Kathleen Fitzgibbons, the recently appointed U.S. Ambassador to Niger, has arrived in the capital city, Niamey. However, her formal presentation of credentials will be postponed due to the ongoing “current political crisis,” as announced by the U.S. State Department on Saturday.
Fitzgibbons’ presence in Niger is not indicative of a change in the United States’ policy stance but rather a response to the requirement for experienced leadership within the mission during this challenging period. Matthew Miller, spokesperson for the State Department, clarified this in a statement.
The U.S. has been actively advocating for a diplomatic resolution to the crisis that emerged on July 26 when military officers in Niger seized power, resulting in the ousting of President Mohamed Bazoum and his subsequent confinement to his residence.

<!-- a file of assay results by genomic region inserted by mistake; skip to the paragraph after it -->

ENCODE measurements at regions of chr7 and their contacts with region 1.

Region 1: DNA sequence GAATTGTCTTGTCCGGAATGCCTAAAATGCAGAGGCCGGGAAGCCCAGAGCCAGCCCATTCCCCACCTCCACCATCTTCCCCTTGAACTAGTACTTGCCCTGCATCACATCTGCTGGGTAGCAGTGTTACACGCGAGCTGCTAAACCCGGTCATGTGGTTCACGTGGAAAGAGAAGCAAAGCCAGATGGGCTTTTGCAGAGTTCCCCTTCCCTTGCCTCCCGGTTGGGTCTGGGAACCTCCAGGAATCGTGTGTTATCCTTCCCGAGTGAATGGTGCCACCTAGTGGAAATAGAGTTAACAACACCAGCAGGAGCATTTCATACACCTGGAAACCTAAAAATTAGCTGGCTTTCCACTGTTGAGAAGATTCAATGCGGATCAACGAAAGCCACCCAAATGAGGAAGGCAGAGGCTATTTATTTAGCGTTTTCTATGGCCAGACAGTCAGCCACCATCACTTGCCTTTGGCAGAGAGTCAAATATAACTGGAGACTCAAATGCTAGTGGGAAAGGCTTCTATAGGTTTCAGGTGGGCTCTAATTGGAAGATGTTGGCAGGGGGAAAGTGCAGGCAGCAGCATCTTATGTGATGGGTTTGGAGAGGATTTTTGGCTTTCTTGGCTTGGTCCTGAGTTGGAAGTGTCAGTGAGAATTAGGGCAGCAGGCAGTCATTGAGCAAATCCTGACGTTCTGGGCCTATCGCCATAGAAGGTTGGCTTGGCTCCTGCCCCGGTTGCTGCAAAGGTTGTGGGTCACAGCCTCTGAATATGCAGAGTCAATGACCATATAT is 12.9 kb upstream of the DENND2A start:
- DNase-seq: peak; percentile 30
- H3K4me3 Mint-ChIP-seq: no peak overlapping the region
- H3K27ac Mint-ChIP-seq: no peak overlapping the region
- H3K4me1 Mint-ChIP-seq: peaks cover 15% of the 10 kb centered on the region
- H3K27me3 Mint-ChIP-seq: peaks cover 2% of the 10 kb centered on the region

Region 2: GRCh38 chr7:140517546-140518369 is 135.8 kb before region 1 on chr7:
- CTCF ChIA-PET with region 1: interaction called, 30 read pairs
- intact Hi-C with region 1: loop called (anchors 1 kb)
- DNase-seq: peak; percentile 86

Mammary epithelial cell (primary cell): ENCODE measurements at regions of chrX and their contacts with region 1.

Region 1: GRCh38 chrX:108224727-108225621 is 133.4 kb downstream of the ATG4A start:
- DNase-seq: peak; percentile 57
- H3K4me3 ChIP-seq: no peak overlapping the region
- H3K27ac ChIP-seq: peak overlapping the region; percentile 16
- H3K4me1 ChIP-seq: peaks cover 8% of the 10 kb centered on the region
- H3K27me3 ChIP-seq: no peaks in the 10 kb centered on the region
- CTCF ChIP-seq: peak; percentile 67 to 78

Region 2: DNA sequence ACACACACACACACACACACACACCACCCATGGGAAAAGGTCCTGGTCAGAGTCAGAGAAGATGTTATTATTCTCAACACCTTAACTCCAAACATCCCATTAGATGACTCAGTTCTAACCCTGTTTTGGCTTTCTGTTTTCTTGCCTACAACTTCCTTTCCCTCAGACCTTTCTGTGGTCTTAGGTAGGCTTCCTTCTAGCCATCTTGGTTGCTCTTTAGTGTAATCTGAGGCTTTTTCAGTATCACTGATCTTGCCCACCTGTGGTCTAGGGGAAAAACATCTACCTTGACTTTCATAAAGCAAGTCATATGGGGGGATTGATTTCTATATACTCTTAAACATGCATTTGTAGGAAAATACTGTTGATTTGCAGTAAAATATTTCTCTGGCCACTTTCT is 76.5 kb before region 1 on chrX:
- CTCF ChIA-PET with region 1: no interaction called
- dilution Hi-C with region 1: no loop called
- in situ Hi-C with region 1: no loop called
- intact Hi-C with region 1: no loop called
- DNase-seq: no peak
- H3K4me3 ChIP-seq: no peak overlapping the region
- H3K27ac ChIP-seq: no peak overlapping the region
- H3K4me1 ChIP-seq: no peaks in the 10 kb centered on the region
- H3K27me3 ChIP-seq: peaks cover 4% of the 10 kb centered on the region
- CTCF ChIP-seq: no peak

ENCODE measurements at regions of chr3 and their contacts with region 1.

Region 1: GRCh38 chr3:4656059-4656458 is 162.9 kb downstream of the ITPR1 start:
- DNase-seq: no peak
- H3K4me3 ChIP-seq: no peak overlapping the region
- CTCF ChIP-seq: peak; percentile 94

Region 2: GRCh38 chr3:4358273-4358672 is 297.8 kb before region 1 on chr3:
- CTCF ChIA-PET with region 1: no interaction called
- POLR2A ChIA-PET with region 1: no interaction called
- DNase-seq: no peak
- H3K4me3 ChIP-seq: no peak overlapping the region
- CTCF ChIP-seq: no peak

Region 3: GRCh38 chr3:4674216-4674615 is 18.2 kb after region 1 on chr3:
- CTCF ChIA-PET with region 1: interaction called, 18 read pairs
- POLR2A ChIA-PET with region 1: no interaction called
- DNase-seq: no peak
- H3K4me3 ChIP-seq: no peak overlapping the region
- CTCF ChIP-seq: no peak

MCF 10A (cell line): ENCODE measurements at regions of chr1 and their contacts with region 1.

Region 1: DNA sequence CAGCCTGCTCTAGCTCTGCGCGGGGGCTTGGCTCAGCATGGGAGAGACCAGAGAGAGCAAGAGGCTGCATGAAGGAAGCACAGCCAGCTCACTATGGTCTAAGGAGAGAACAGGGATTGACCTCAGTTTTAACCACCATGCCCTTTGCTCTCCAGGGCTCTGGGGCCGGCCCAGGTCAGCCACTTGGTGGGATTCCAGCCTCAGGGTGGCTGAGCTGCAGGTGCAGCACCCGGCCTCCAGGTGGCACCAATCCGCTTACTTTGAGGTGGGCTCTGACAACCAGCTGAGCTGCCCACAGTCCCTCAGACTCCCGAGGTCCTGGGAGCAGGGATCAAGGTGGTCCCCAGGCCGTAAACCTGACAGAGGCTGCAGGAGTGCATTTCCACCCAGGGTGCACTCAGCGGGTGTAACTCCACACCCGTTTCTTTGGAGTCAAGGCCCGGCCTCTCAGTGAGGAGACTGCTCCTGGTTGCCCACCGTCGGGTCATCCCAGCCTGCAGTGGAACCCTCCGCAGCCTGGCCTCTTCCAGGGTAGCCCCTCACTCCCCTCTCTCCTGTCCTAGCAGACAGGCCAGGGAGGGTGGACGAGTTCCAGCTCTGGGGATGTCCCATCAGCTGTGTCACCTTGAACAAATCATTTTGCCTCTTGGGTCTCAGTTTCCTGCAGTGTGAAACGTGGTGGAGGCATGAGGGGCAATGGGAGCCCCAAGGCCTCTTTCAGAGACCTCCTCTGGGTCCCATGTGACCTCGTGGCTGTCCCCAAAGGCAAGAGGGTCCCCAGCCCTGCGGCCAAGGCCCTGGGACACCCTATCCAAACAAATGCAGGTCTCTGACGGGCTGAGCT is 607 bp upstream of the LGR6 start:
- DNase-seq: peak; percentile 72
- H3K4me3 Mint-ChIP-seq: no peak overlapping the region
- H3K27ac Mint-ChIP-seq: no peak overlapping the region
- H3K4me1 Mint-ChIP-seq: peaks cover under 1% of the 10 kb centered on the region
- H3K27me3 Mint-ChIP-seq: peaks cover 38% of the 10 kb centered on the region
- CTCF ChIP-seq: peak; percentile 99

Kathleen Fitzgibbons’ primary diplomatic objective will center on promoting a diplomatic resolution that safeguards Niger’s constitutional order. Additionally, her efforts will be directed towards securing the prompt release of President Bazoum, his family, and all those who have been unlawfully detained. These points were highlighted by Miller.
In response to diplomatic efforts potentially faltering, the main regional organization in West Africa recently announced that it has established an undisclosed “D-Day” as a potential timeline for military intervention to reinstate democracy in Niger.
Kathleen Fitzgibbons, a career diplomat, obtained confirmation for her role from the U.S. Senate in July, almost a year after her initial nomination.
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